Estimates by the World Health Organization (WHO) suggest that 15 % of the world’s population live with some form of disability. This makes people with disabilities the world’s largest minority. EU-wide, some 80 million EU citizens have a disability. Disability is complex and multi-dimensional: it denotes impairments, limitations on activity and restrictions on participation – a combination of medical and contextual factors. Some people are born with a disabling condition, others develop a disability through injury, chronic disease, or in older age. The EU’s disability policy strives for full inclusion of persons with disabilities in society, by respecting the key principles of non-discrimination, self-determination and unconditional equal treatment. The EU’s disability policy framework is set out in the European Disability Strategy, which serves to implement the UN Convention on the Rights of Persons with Disabilities (CRPD), to which the EU and its Member States are party.
The European Disability Strategy 2010-2020
Briefing by Irmgard Anglmayer, July 2017
The European Disability Strategy 2010-2020 (EDS) constitutes a comprehensive multiannual framework for implementing the United Nations Convention on the Rights of Persons with Disabilities (CRPD) at EU level. The EDS and CRPD are thus closely intertwined. Given that the current strategy ends in 2020, preparatory work on the future disability framework has started. The European Parliament is providing input to it by means of an own-initiative report (‘Implementation of the European Disability Strategy’), which was voted in plenary on 30 November 2017.
EU implementation of the UN Convention on the Rights of Persons with Disabilities (CRPD)
In-depth analysis by Irmgard Anglmayer, February 2016
The CRPD is a legally binding instrument that aims to protect and promote the rights and dignity of persons with disabilities. The comprehensive catalogue of rights for people with disabilities, enshrined in the Convention, seeks to pull down the barriers disabled persons are facing in their daily lives – barriers that often prevent them from enjoying their fundamental rights on an equal basis with others. The EU ratified the CRPD in 2010 in its capacity as a regional integration organisation. It entered into force for the EU in January 2011. Since then, the Convention’s provisions have become an integral part of the EU’s legal order. Accordingly, all EU legislation, policies and programmes must comply with the CRPD’s established obligations. This in-depth analysis looks into the state of play of the EU’s implementation of the CRPD, after the first round of the review process.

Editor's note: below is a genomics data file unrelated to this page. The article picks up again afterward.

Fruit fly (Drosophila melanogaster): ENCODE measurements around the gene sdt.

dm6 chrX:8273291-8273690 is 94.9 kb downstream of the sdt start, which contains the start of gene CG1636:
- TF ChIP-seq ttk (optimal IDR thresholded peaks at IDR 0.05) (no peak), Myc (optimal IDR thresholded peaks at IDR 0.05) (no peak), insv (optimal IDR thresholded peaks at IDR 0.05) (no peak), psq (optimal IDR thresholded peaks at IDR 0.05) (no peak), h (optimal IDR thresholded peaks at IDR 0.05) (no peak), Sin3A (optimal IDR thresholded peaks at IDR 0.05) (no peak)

Read this Topical digest on ‘EU policy for persons with disabilities‘ in PDF.
European Accessibility Act
‘EU Legislation in progress’ briefing by Marie Lecerf, November 2017
The European Commission has put forward a proposal for a European Accessibility Act. This proposed directive aims to ensure the full participation of people with disabilities in society and to reduce the fragmentation of legislation governing access to products and services. Many stakeholders welcome the European Union’s wish to honour its responsibilities under the CRPD, but they have been divided on the means to reach this objective. In the European Parliament, the Committee on the Internal Market and Consumer Protection (IMCO) adopted its report on 25 April 2017. The report was then discussed in plenary on 15 September. At the same time, Parliament gave a mandate to start negotiations with Council. Although the Council has published three progress reports, in June and December 2016 and in June 2017, it has yet to agree on its position on the proposal.
Assistive technologies to support people with disabilities
Briefing by Nicole Scholz, June 2015
The way disability is addressed has shifted from a purely medical approach to one that focuses on maximum functioning and well-being. Assistive technologies in support of people with disabilities have considerably evolved throughout the five broad categories of motor, vision, hearing, cognitive and communication disabilities. They now cover sophisticated ICT, software, cyber-physical and stem-cell applications. They include non-invasive and invasive brain-computer interfaces, wearable devices, stem-cell applications, neuroprosthetics, humanoid robots and applications (apps). The EU has funded several research projects on the development of assistive technologies under its research and innovation framework programmes.
What if technology helped society to become more inclusive?
At a glance by Philip Boucher, June 2016
There are already many assistive technologies available, which can help people with disabilities participate more fully in society. More advanced assistive technologies are under development, but is technology the key to a more inclusive society?
The obligations of the EU public administration under the UN Convention on the Rights of Persons with Disabilities
In-depth analysis by Irmgard Anglmayer, March 2016
European disability policy: From defining disability to adopting a strategy
In-depth analysis by Marie Lecerf, June 2017
The employment equality directive
Study by Jan Tymowski, February 2016